In case you missed it: The week’s best reads about Pennsylvania cities

     Imad Ghajar (left), a Syrian refugee, reviews paperwork with Amer Alfayadh, caseworker for Church World Service’s, in Lancaster, Pennsylvania. (Emily Previti/WITF)

    Imad Ghajar (left), a Syrian refugee, reviews paperwork with Amer Alfayadh, caseworker for Church World Service’s, in Lancaster, Pennsylvania. (Emily Previti/WITF)

    President Donald Trump’s sixth week in office, balancing the Pennsylvania budget, Pittsburgh news, and more …

    In the sixth week of President Donald Trump’s administration, another tweet storm rained down, conjured up by none other than the president himself, who accused — with no proof — former President Barack Obama of wiretapping his phones. Obama, through a spokesman, immediately denied it. Which created a week-long distraction that parsed every word in every tweet the president composed, and had the White House ducking and weaving like Muhammad Ali.

    Then came the president’s newly revised travel ban, which didn’t go over too well with Hawaii, which became the first state to file a motion for a temporary restraining order blocking the ban. New York and Washington followed suit, a hint that more challenges could mount.

    Nevertheless, the order is having its desired effect.  Fewer refugees have received confirmation to travel to the U.S.  The State Department has reduced the admissions ceiling to 50,000 refugees — half of what was planned for fiscal year ending in October.

    The Republicans’ promise to repeal and replace Obamacare also made strides this week. Two key House committees have approved a Republican proposal to revise the Affordable Care Act, giving the bill its first victories amid a backlash that both Republican leaders and President Trump are trying to tamp down.

    Meanwhile, Pennsylvania grappled with its own budget challenges.

    How to fill the budget gap?

    First, the good news: Gov. Tom Wolf’s proposed plan includes a $100 million boost for general education funding, which returns the allocation almost to its 2011 peak.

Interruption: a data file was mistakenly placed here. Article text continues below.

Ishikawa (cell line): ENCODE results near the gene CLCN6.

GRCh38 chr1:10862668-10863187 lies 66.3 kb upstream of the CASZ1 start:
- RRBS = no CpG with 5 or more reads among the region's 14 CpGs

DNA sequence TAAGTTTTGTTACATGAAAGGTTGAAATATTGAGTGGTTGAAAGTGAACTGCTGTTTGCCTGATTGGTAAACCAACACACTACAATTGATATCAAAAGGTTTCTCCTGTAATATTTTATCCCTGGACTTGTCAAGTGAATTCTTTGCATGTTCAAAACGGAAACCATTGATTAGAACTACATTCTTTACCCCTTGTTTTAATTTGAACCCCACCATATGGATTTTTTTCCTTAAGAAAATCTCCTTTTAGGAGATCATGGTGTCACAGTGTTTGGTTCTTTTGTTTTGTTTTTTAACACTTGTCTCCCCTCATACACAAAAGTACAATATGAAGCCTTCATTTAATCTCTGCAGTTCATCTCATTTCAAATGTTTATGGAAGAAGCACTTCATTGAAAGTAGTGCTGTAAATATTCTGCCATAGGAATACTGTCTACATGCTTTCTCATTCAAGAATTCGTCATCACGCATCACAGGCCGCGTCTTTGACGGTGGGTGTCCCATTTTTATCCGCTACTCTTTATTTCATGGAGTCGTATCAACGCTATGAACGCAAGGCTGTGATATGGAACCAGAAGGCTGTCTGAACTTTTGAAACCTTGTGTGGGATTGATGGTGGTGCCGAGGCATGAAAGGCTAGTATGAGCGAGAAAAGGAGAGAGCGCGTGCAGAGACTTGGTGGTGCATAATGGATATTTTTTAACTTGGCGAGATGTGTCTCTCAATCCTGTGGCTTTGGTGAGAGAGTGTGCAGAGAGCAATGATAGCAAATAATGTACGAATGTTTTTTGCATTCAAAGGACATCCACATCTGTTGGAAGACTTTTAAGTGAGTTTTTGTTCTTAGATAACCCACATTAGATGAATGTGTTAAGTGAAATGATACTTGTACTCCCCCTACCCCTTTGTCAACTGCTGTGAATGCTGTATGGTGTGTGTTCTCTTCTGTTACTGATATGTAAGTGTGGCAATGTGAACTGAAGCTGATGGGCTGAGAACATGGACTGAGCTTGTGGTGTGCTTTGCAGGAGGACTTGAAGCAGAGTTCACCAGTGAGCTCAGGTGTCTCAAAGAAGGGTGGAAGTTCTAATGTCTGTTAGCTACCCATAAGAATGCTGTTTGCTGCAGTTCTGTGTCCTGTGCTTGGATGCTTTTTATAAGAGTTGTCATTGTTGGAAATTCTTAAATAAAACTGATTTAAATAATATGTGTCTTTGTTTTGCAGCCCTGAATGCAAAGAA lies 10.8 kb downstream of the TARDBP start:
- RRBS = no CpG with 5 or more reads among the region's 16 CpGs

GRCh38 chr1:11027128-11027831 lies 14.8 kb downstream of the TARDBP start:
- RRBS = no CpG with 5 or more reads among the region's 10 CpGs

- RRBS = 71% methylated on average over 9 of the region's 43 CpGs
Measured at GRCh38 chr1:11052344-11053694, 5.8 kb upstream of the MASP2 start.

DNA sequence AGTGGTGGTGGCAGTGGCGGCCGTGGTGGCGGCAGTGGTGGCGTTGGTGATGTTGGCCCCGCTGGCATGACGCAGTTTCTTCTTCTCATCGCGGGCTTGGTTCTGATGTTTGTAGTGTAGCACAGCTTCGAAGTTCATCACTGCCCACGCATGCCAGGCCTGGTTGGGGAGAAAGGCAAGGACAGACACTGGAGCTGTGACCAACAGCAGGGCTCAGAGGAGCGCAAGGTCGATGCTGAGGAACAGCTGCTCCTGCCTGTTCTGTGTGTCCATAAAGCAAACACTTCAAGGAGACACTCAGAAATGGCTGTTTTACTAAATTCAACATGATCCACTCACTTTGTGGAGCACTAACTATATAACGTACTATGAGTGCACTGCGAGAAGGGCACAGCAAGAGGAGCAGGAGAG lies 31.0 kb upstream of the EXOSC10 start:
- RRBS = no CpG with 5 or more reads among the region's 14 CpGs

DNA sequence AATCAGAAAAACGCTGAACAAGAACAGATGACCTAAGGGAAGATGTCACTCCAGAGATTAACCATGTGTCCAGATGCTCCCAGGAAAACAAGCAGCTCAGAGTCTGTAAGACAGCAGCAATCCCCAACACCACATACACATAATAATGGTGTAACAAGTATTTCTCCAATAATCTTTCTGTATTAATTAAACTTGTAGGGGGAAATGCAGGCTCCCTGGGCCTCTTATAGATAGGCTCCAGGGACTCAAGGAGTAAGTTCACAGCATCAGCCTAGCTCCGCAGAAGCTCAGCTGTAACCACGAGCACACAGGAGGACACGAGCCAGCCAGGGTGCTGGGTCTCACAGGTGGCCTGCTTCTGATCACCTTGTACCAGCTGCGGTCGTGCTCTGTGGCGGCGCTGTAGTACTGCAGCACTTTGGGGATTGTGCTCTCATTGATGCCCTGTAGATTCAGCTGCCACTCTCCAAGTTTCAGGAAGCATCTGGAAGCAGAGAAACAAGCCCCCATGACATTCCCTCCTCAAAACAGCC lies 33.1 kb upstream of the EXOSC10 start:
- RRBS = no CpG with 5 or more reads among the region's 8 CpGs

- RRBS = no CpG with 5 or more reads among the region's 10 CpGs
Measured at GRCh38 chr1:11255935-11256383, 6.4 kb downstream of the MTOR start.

The Department of Community and Economic Development, which oversees a wide array of state programs, from workforce development to tourism, suffered a 9 percent decrease in its overall budget, though the department would get more than a $6 million increase in tourism.

    Now, the not-so-good news:

    Pennsylvania’s current budget has a $100 million hole that state lawmakers intended to fill with some kind of gaming revenue.

    But that money never came through.

    Even so, Gov. Tom Wolf’s spending plan for the next budget year optimistically calls for $150 million in even more unspecified gaming money, and lawmakers don’t seem to be close to a consensus on what to do.

    And, there is still uncertainty over how Trump’s policies will affect state agency budgets.

    With the Trump administration proposing to cut the EPA’s budget by about 25 percent, according to recently leaked documents, state environmental budgets could be impacted as well.

    Meanwhile, some wealthy towns in Southeastern Pennsylvania have balked at a proposed per-person fee for relying solely on the State Police for public safety. 

    Across the state, 67 percent of municipalities — including Lower Macungie — tap the State Police for some safety needs; more than half have no local police force.

    At the center of the Wolf administration’s cost-cutting efforts are the Department of Corrections and the Board of Probation and Parole. One of the most drastic moves to lower corrections spending is the planned closure of Pennsylvania’s oldest prison, SCI Pittsburgh

    Corrections Secretary John Wetzel anticipated that will save a little over $80 million. But Wetzel’s view has clashed with other lawmakers, particularly Republicans who say the proposed measure will endanger the state.

    Steel City news

    With no exceptions, the $1 million Safe Water Plan will distribute water filters to Pittsburgh residents to reduce exposure to lead. People living within the city’s boundaries are eligible to receive one, regardless of income level, whether they rent or own, or who their water provider is.

    While it’s a start, Pittsburgh Mayor Bill Peduto said this is not a long-term solution.

    Pittsburgh also became the only Pennsylvania city listed in 100 Resilient Cities, an initiative created by the Rockefeller Foundation to prepare urban areas to weather the shocks and stresses of the 21st century. Throughout a process that took more than a year, Pittsburgh identified racial and socioeconomic inequity, aging infrastructure, public health, and severe weather events as the city’s greatest weaknesses.

     

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